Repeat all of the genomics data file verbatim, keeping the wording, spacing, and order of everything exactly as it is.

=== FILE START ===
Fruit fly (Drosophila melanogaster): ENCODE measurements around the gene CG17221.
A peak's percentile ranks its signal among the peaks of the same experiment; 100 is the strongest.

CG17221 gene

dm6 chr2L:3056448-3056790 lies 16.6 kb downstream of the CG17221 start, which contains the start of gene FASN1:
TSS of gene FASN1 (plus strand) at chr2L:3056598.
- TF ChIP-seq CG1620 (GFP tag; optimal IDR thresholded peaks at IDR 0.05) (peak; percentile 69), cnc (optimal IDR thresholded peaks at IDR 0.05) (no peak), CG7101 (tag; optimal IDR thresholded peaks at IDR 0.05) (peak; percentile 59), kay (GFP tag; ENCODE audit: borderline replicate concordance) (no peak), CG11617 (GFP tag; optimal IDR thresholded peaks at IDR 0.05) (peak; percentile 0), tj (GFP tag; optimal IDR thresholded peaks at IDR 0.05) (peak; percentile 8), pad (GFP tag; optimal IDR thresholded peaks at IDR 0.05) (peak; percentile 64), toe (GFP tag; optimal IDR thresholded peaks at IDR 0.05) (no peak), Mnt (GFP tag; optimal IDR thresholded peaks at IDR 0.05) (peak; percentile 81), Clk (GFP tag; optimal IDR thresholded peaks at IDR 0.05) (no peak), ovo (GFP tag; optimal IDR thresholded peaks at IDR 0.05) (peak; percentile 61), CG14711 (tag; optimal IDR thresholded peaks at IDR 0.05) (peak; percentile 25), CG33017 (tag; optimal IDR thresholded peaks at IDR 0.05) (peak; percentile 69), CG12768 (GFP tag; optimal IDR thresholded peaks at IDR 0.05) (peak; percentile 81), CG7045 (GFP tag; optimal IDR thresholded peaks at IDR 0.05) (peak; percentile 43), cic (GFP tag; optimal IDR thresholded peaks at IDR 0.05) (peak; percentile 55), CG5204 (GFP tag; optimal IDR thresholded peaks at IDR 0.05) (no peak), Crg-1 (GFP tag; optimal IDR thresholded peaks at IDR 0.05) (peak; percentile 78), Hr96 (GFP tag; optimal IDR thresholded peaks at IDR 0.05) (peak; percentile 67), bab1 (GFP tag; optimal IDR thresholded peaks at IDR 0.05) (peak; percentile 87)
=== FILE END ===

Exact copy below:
Fruit fly (Drosophila melanogaster): ENCODE measurements around the gene CG17221.
A peak's percentile ranks its signal among the peaks of the same experiment; 100 is the strongest.

CG17221 gene

dm6 chr2L:3056448-3056790 lies 16.6 kb downstream of the CG17221 start, which contains the start of gene FASN1:
TSS of gene FASN1 (plus strand) at chr2L:3056598.
- TF ChIP-seq CG1620 (GFP tag; optimal IDR thresholded peaks at IDR 0.05) (peak; percentile 69), cnc (optimal IDR thresholded peaks at IDR 0.05) (no peak), CG7101 (tag; optimal IDR thresholded peaks at IDR 0.05) (peak; percentile 59), kay (GFP tag; ENCODE audit: borderline replicate concordance) (no peak), CG11617 (GFP tag; optimal IDR thresholded peaks at IDR 0.05) (peak; percentile 0), tj (GFP tag; optimal IDR thresholded peaks at IDR 0.05) (peak; percentile 8), pad (GFP tag; optimal IDR thresholded peaks at IDR 0.05) (peak; percentile 64), toe (GFP tag; optimal IDR thresholded peaks at IDR 0.05) (no peak), Mnt (GFP tag; optimal IDR thresholded peaks at IDR 0.05) (peak; percentile 81), Clk (GFP tag; optimal IDR thresholded peaks at IDR 0.05) (no peak), ovo (GFP tag; optimal IDR thresholded peaks at IDR 0.05) (peak; percentile 61), CG14711 (tag; optimal IDR thresholded peaks at IDR 0.05) (peak; percentile 25), CG33017 (tag; optimal IDR thresholded peaks at IDR 0.05) (peak; percentile 69), CG12768 (GFP tag; optimal IDR thresholded peaks at IDR 0.05) (peak; percentile 81), CG7045 (GFP tag; optimal IDR thresholded peaks at IDR 0.05) (peak; percentile 43), cic (GFP tag; optimal IDR thresholded peaks at IDR 0.05) (peak; percentile 55), CG5204 (GFP tag; optimal IDR thresholded peaks at IDR 0.05) (no peak), Crg-1 (GFP tag; optimal IDR thresholded peaks at IDR 0.05) (peak; percentile 78), Hr96 (GFP tag; optimal IDR thresholded peaks at IDR 0.05) (peak; percentile 67), bab1 (GFP tag; optimal IDR thresholded peaks at IDR 0.05) (peak; percentile 87)